Nassim's point is that uncertainty around a risk should be treated with more precaution rather than less. As he illustrates plainly, when in Bear country, if you're uncertain about a distant object, better to treat it like a bear than the more likely possibility that it's a stone. Risk mitigation is less costly earlier than later, think a slight course correction vs frantic running. I'd be surprised if anyone here disagrees with that.

    However, continuing with the analogy, I think Rip's point is that we may have set ourselves on fire to scare a stone away. Thus, I think the real question is, when dealing with a pandemic what is the correct course of action when the mitigation strategies themselves are explosive and fat-tailed? But they didn't have to be, Mike Osterholm spoke at my college back in 2005 on emerging infectious diseases. Everyone left the talk properly terrified and with the distinct impression that we need to invest heavily in research and especially vaccine production scaling. That would have been a relatively cheap mitigation strategy devoid of explosive risk from public panic.

  8. #418
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    Quote Originally Posted by Mark Rippetoe View Post
    You, sir, are a fool. The world's economy has been far more thoroughly damaged by this that it could have been by nuclear weapons, and you want a fucking quantitative analysis of a bell curve, the tail of which gets here with warmer weather in a month. You don't seem to appreciate the fact that it doesn't matter how many people are going to die of COVID19, because the rest of us just lost incalculably more than has ever even been contemplated before. This will be far more destructive than World War II, unless people get their heads out of their asses tomorrow.
    heads out of their asses yesterday, is what I think you mean. The damage has already been done and it only gets worse the longer these draconian quarantine rules stay in effect. This will probably be about as destructive as the 1930 depression. The fix for that was WWII. Since the practice of war as a human endeavor has advanced tremendously in the last 80 years and assuming that this bullshit global quarantine continues for as long as the asshats in power want it to, the possibility that this will quite literally "be far more destructive than World war II" is not negligible.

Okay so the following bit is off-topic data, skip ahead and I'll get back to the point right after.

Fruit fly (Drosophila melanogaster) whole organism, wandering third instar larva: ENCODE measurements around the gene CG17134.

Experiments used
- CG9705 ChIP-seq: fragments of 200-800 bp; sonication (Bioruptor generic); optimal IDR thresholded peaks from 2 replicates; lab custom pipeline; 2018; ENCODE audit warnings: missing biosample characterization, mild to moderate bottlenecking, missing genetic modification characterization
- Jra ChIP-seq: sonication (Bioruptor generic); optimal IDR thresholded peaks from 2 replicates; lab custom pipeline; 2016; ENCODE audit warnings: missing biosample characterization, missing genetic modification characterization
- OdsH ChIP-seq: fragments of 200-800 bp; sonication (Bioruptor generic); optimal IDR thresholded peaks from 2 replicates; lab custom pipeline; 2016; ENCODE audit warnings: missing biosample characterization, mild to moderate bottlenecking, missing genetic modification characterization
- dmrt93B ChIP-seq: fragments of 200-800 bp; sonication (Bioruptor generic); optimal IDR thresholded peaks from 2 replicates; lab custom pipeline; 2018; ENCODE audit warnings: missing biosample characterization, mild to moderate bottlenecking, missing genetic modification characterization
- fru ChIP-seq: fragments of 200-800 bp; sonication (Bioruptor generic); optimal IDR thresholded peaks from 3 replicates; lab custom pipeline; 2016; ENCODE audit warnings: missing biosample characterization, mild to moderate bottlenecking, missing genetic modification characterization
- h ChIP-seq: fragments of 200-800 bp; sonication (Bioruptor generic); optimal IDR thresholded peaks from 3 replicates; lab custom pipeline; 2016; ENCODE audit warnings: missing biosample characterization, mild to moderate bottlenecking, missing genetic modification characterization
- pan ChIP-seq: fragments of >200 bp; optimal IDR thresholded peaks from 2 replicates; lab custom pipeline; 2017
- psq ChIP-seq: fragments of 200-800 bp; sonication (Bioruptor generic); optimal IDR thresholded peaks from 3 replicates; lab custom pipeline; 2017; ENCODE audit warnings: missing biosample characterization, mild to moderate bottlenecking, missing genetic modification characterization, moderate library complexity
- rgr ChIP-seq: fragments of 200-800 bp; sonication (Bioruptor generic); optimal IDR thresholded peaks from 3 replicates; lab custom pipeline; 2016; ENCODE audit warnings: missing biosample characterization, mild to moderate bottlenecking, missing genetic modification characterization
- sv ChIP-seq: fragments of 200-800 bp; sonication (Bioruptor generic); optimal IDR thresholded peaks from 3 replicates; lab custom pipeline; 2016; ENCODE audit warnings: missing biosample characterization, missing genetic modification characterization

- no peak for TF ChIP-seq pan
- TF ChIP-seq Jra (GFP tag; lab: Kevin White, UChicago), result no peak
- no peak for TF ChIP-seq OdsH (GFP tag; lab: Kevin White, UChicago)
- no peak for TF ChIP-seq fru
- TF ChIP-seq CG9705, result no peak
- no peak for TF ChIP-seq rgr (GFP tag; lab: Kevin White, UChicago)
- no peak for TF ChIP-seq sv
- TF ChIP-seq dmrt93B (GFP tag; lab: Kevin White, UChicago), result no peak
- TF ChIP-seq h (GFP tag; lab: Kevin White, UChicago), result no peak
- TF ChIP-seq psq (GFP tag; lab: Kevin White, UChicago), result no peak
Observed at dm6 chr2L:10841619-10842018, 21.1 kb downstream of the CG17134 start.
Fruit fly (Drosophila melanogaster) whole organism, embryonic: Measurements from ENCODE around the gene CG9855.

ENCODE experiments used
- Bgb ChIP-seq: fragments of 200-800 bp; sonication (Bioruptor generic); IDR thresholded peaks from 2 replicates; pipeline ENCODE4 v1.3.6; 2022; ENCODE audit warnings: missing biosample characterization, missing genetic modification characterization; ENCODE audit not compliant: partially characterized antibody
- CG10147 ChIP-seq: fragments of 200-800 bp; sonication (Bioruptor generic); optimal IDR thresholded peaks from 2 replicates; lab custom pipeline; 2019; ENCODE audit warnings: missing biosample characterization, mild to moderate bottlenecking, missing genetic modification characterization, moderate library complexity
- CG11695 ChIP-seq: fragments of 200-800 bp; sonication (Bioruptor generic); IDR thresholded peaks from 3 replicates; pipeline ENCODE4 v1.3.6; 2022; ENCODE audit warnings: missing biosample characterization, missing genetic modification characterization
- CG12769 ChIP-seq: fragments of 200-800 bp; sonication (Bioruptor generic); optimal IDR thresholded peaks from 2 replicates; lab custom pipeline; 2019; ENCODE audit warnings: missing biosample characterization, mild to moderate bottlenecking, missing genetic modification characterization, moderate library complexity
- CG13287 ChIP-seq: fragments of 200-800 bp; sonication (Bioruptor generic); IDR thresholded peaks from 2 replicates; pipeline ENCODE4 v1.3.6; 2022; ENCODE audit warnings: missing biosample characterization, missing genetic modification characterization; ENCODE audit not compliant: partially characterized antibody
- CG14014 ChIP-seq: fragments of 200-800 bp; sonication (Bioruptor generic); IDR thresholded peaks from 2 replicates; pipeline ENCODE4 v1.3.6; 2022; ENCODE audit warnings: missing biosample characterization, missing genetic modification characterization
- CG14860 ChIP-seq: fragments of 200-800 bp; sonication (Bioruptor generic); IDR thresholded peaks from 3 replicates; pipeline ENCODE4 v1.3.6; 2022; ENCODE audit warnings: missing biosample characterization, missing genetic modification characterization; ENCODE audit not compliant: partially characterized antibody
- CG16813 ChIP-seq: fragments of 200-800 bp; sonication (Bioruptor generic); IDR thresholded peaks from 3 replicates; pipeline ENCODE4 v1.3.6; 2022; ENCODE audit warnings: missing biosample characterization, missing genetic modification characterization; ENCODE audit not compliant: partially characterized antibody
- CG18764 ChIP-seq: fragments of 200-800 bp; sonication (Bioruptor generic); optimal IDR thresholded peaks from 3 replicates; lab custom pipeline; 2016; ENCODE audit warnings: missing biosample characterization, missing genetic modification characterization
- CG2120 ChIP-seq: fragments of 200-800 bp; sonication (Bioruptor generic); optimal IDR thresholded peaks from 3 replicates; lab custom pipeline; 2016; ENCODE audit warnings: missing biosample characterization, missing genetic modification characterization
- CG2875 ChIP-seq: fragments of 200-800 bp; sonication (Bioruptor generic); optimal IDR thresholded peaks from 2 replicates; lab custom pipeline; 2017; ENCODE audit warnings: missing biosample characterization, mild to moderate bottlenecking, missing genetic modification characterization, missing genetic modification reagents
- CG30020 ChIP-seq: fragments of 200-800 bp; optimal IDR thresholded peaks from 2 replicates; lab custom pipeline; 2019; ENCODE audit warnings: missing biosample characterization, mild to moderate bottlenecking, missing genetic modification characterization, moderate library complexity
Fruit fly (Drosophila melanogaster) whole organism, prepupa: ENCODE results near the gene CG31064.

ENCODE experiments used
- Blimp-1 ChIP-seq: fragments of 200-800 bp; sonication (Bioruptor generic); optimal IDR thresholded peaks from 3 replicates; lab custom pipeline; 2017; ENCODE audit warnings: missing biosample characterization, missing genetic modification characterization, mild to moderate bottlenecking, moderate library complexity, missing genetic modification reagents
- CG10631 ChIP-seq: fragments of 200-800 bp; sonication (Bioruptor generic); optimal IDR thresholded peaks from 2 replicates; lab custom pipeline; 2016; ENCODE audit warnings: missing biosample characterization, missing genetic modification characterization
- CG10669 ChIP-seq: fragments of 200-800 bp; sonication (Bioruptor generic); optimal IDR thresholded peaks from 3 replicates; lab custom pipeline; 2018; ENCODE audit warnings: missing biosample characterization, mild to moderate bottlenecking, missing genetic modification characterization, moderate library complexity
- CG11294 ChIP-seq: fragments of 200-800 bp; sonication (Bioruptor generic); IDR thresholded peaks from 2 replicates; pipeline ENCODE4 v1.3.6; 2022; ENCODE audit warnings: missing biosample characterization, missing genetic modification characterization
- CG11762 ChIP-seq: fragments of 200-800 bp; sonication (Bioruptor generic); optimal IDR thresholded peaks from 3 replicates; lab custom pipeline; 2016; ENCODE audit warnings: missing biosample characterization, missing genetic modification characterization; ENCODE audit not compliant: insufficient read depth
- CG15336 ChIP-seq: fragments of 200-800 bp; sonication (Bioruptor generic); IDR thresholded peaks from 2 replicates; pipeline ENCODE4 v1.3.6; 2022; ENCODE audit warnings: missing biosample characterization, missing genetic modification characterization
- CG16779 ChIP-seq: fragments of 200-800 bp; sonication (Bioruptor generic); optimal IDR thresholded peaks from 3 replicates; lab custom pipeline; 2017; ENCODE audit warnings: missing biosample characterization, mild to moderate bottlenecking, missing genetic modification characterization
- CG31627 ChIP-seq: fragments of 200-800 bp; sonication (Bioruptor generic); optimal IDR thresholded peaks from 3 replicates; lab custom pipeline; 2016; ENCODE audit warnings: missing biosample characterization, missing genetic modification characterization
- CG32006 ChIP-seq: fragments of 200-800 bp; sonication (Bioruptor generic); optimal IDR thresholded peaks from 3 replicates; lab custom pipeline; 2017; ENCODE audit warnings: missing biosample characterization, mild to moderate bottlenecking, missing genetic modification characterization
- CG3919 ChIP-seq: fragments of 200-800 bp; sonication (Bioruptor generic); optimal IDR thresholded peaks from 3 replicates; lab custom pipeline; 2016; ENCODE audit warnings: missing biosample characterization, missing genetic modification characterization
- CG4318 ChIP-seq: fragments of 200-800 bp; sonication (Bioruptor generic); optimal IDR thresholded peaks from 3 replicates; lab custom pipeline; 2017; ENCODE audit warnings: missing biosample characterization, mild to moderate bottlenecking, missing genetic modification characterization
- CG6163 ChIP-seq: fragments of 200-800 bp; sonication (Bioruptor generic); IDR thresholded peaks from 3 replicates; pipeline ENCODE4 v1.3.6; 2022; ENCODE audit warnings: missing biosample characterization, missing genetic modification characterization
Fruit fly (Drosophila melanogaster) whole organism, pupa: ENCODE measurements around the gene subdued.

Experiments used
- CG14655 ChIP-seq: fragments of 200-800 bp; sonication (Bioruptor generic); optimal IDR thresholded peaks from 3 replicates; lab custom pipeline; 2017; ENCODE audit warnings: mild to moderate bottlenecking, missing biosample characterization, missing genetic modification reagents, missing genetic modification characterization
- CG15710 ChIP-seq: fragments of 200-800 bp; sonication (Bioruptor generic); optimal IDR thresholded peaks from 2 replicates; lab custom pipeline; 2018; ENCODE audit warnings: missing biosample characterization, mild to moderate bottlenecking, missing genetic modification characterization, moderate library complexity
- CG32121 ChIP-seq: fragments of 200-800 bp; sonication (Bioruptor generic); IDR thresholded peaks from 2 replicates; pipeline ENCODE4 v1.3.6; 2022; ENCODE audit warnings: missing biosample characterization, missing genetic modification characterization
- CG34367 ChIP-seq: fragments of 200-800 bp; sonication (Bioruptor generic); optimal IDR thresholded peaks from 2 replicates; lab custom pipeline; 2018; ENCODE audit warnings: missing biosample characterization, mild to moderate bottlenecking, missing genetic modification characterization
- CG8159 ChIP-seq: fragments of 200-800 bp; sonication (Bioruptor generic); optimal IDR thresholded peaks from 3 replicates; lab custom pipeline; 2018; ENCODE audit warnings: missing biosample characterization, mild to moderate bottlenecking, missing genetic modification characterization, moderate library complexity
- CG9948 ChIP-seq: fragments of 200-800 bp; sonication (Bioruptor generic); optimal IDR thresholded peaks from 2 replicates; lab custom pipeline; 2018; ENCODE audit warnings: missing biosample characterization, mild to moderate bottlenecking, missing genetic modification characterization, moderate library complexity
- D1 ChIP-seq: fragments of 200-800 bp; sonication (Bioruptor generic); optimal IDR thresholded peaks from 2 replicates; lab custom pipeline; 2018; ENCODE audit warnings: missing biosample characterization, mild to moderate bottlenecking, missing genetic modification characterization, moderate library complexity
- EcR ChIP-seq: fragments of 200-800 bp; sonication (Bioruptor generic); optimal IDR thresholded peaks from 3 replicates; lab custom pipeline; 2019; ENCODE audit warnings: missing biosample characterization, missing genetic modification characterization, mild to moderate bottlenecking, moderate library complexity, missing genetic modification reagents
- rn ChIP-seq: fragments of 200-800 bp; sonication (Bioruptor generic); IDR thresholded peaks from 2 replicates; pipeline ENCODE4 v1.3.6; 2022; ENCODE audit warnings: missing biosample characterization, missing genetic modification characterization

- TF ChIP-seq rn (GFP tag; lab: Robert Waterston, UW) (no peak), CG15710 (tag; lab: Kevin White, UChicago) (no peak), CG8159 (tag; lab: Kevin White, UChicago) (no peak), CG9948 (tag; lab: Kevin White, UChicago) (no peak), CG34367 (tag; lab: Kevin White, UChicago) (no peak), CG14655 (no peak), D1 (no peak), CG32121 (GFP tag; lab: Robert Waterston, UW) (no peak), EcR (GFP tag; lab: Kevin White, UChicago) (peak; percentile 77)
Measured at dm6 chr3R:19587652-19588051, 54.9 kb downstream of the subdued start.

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    Quote Originally Posted by Mark Rippetoe View Post
    You, sir, are a fool. The world's economy has been far more thoroughly damaged by this that it could have been by nuclear weapons, and you want a fucking quantitative analysis of a bell curve, the tail of which gets here with warmer weather in a month.
    Rip, I've learned loads from your work, but you're making a mistake by quoting this Aaron Ginn piece. It is scientific garbage. It's the epidemiological equivalent of what functional training is to Starting Strength - half-understood, superficially plausible and ultimately worthless junk. It's hardly worth debunking it's so bad but just two points: it's wrong to think most epidemics follow a bell-curve of cases, and it's unlikely this thing will just go away in the summer.